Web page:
Corporate Accounting

Introduction to Global Financial Crisis

Global Financial crisis is one of the biggest crisis that happened in the year 2008-09. Fair value accounting was blamed for the crisis. The techniques were questioned. Thus, shifting the Focus on Fair value accounting. The following paragraph reads about the problems and the changes in Fair Value techniques.

Problematic Fair Value Techniques of Accounting

Fair value accounting has been criticized for not being able to provide a transparent view of the situation in the global crisis. Fair value techniques require that the assets and liabilities are presented at market value in the balance sheet. The main allegations were that fair value provided excessive leverage in the time of boom while leads to excessive write-downs in the depressions (De Jager, 2014). This is what happened in The Global Crisis. Once the economy started going down due to the bust of the housing bubble and sub-prime crisis, people stop taking debt and the spending and investments were reduced.

Banks were making losses as prices started falling and debts were not being paid. This activated a downward cycle in the economy. There were various bonds, mortgages, and structured debts that were performing, yet due to falling in prices banks have to reduce their value and market pushed banks to sell their assets at fair value in the market that was quite low at that time (Shaffer, 2010). In fair value accounting techniques, even if the prices decline for a short period, banks are required to reduce their prices and this leads to insolvency. This chain of fair value representation led to a Global crisis in the year 2008-09.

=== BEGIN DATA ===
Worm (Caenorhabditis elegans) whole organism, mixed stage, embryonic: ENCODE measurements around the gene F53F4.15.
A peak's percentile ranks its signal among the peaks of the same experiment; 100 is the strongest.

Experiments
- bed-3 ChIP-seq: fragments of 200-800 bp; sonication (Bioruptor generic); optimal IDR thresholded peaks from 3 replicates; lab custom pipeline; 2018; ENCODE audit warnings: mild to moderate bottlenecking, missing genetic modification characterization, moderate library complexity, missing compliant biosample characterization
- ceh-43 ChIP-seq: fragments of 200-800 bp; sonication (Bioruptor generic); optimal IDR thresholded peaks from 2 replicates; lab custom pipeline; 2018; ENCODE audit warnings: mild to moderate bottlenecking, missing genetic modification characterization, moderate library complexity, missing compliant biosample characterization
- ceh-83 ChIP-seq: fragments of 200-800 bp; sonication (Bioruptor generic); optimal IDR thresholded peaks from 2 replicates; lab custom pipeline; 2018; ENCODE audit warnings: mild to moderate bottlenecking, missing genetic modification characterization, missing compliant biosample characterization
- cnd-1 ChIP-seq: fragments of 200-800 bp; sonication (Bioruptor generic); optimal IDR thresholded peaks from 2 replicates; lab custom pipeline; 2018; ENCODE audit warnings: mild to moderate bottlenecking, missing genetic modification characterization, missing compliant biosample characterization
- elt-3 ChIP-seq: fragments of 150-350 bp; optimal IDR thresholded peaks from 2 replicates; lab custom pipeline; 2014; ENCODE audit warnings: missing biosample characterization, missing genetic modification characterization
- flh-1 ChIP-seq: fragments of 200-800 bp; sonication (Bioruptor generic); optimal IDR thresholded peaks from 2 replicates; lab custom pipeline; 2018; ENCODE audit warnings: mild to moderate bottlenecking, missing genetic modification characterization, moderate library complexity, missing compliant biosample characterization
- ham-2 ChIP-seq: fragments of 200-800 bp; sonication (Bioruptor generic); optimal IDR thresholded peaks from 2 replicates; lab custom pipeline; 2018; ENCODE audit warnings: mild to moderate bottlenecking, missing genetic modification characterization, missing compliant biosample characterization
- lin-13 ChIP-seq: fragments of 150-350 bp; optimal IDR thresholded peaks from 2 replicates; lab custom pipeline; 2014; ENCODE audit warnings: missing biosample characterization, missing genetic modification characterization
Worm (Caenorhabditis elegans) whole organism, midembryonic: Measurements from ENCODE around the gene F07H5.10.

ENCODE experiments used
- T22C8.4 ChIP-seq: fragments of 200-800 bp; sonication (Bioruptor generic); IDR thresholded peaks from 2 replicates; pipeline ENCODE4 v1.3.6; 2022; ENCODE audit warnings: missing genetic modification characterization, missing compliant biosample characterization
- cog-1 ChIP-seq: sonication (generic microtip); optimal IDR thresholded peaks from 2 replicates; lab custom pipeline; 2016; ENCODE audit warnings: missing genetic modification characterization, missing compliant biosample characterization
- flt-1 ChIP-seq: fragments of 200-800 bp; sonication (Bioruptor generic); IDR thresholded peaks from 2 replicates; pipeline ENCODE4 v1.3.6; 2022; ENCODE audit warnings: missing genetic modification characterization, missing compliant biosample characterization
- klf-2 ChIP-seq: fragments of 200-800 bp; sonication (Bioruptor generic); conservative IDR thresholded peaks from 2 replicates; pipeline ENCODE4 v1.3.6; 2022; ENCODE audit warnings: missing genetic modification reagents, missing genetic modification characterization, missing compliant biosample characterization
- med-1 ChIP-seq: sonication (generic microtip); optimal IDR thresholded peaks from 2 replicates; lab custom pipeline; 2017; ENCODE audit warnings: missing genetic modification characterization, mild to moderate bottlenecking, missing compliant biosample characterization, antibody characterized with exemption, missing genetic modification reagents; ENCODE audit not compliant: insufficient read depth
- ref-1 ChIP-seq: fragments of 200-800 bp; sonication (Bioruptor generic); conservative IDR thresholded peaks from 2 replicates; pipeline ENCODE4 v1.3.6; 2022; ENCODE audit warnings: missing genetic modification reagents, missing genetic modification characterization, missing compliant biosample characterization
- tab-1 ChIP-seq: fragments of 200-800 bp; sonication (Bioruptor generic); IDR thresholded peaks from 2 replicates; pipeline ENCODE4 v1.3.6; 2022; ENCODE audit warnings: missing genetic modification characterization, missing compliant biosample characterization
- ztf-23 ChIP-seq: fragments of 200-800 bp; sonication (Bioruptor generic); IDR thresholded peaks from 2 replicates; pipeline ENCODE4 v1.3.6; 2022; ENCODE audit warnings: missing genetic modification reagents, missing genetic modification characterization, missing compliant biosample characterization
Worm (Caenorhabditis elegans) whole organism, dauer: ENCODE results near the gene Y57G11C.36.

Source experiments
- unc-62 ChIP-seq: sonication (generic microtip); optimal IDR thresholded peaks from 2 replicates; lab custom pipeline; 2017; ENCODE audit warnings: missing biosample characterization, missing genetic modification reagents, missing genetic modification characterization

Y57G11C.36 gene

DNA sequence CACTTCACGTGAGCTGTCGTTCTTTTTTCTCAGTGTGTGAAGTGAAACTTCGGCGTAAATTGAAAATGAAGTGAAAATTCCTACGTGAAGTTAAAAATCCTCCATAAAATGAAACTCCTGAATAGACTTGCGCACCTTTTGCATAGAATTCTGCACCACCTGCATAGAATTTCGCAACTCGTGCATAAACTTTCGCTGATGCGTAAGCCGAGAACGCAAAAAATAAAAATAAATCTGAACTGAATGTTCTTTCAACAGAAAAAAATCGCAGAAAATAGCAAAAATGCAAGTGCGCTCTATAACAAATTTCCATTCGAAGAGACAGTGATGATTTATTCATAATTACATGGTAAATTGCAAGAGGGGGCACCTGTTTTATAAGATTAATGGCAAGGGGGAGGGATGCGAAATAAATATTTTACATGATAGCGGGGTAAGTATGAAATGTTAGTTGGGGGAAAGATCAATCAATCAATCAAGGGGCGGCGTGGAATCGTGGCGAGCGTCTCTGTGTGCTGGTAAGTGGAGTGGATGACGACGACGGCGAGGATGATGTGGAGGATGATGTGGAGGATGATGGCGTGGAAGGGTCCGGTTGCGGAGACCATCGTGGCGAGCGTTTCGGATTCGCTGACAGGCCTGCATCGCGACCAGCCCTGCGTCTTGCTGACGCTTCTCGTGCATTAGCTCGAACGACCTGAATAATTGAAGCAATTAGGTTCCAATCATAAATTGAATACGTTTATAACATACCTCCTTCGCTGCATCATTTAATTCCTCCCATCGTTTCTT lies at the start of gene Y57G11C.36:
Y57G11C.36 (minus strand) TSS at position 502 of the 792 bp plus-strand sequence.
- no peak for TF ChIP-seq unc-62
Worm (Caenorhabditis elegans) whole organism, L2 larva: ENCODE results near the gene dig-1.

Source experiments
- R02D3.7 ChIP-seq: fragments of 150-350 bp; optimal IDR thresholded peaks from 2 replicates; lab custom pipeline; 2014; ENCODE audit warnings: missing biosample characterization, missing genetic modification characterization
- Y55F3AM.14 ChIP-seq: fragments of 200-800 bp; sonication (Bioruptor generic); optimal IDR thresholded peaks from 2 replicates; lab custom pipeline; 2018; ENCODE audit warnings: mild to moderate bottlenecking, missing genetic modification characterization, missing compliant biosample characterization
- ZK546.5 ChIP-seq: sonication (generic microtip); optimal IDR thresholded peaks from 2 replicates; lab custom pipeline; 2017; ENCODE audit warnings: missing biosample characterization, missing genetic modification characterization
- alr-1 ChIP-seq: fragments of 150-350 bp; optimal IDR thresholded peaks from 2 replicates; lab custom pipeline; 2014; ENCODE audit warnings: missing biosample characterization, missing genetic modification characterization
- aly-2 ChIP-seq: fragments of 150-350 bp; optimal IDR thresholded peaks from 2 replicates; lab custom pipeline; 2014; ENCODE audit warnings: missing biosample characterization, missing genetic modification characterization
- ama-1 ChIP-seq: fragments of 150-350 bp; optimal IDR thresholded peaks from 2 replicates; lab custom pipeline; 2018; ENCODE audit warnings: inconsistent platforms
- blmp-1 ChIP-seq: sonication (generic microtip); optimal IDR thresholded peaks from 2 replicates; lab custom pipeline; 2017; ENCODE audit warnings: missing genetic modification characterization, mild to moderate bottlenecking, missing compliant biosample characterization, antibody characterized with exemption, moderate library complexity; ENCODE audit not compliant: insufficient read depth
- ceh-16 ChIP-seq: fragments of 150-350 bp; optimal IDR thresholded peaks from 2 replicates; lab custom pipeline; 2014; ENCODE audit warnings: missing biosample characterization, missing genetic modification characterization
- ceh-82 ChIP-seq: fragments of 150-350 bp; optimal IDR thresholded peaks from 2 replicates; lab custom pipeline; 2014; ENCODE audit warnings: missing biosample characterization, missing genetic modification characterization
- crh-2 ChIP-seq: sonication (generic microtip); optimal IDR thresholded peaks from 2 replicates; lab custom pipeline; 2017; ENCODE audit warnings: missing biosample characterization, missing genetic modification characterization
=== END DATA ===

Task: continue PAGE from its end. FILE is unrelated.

I don't agree that the Fair value technique led to the Global financial crisis. According to a study conducted by SEC in the year 2008, it was shown that only 31% of the banks were using the technique of Fair value accounting. Other than that, in the standard of Fair value accounting, there are 3 levels at which assets are priced. Level 1 is the market price. Level 2 is when the market prices are not available, inputs are used. Level 3 defines the prices in an illiquid market where executives are allowed to value the assets at their assumptions and when the market froze in 2008, executives were required to make their assumptions and create a prices chain for assets. The problem was the loans that were provided on the collateral security which were huge and many financial institutions taking the risk recklessly (Haswell & Evans, 2018). Even if the assets were marked at historical cost, there is no such evidence present that might have solved the problem and stopped the lending. Fair value provides a transparent value to customers, and should not be used as a convenient measure to outgrow the faults that have been conducted.

Improvements in IFRS Fair Value Standard from 2009-2020

From the year 2009-2020, various changes have been brought in Fair value standard. Various aspects were added while certain were removed and some were modified. Certain disclosure requirements were removed for the nonpublic entities that include the changes in unrealized gains and losses. The valuation process for the measurement of Assets at level 3 for non-public entities has been removed, however, they are required to provide the quantitative information of unobservable inputs.